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Diagnosis and management of TB
P51 Reduced Effectiveness of the Primary-Care Registry For Targeted LTBI Screening of High Risk Immigrants with HIV Co-Infection
  1. RK Panchal,
  2. G Woltmann,
  3. P Haldar
  1. Institute for Lung Health, Glenfield Hospital, Leicester, United Kingdom


Introduction The impact of screening for latent tuberculosis infection (LTBI) in immigrants for tuberculosis (TB) prevention in the UK is dependent on effective strategies for identifying at-risk groups. Here we investigate effectiveness of the primary-care (PC) registry to identify immigrants for enrolment to LTBI screening at the time of GP registration, based on their HIV status.

Methods We performed a 11-year retrospective cohort study of PC registrations, cross-referenced with foreign-born TB (FB-TB) notifications for immigrants entering the UK after 1999 that had HIV testing performed. We assumed LTBI screening to prevent prospective TB would be effective if notifications occurred ≥6 months after PC registration. The primary outcome was the proportion of FB-TB preventable with screening at PC registration and compared between subgroups stratified according to HIV status.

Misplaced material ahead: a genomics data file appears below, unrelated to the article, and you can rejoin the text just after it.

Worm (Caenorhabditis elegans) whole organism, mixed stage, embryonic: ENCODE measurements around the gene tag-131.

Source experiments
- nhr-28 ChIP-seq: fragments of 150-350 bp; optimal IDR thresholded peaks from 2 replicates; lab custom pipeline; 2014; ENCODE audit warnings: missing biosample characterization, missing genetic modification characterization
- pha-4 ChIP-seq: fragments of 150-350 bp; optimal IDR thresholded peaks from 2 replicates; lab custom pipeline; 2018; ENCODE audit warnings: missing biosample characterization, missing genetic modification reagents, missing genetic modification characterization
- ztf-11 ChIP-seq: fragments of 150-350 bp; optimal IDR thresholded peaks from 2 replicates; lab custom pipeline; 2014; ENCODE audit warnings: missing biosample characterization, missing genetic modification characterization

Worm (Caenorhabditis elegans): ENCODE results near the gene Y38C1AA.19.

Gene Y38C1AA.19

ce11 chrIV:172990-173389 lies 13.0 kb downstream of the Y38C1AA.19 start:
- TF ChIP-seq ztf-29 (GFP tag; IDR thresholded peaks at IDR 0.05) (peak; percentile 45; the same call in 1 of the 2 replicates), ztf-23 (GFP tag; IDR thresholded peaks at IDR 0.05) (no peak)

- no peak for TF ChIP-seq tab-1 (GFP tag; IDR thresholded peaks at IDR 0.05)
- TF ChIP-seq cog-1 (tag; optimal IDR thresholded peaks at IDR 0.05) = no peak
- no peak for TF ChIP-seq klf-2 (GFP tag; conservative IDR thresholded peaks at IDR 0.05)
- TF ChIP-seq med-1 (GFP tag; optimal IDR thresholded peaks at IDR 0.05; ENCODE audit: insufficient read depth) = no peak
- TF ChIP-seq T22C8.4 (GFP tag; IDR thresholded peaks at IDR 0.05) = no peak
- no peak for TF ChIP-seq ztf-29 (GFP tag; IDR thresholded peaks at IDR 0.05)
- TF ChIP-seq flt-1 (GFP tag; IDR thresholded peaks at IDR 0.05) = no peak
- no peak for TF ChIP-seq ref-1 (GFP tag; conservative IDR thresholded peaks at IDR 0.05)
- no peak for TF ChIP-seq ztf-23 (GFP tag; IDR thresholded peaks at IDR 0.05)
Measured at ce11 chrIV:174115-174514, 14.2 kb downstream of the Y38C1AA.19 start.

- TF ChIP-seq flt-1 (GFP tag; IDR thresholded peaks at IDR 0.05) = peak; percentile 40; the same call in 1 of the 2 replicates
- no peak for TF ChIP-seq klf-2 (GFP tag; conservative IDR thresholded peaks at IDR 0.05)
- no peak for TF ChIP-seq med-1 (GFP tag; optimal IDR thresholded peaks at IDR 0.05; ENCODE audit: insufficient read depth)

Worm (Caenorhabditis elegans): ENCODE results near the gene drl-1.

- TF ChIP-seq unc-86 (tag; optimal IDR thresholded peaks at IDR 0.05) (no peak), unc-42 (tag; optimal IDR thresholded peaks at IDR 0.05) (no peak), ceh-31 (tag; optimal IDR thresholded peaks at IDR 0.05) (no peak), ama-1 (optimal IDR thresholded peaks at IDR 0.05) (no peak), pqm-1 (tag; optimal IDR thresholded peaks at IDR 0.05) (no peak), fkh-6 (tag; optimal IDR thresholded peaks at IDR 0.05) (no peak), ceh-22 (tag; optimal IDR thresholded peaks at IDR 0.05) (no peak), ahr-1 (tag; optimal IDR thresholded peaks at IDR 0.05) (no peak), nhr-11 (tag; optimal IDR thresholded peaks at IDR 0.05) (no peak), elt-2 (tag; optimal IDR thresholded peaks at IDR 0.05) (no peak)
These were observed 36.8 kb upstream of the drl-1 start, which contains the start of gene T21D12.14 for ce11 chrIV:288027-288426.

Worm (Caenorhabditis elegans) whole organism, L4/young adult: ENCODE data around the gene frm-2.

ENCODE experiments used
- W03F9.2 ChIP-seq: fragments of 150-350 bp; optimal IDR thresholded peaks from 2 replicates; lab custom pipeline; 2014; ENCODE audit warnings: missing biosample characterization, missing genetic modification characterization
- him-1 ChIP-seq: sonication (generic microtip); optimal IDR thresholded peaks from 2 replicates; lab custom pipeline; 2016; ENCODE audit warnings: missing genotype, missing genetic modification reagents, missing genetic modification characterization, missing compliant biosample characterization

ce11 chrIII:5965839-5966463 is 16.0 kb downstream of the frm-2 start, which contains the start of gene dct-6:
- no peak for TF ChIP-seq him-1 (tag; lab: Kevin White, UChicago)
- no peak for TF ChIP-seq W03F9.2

Results 624 of 857 FB-TB cases were HIV tested (72.8%) and 84 were HIV seropositive (13.4%). 56 (67%) HIV positive FB-TB cases occurred in immigrants from TB incidence regions 500/100,000. Overall 511 (63%) FB-TB cases were preventable if screened at PC registration. The proportion with unpreventable TB was significantly higher for the HIV positive compared to the HIV negative FB-TB subgroup; [19% vs 10%; RR (95% CI) = 1.89 (1.25 to2.84), p=0.003]. Compared with patients that were HIV negative, time to PC registration after UK entry was longer [median (IQR); 1515 (555–2202) days vs 415 (36–1558) days; p<0.005) and time to disease notification shorter [median (IQR); 587 (208–1182) days vs 1163 (669–1854) days, p<0.005] for HIV positive FB-TB patients.

Conclusion Targeted LTBI screening at the time of primary-care registration may be a less effective preventative strategy for HIV positive immigrants at highest TB risk. Our data supports the need to promote early registration and extended screening to include HIV and other blood-borne viruses as part of an integrated immigrant screening programme.

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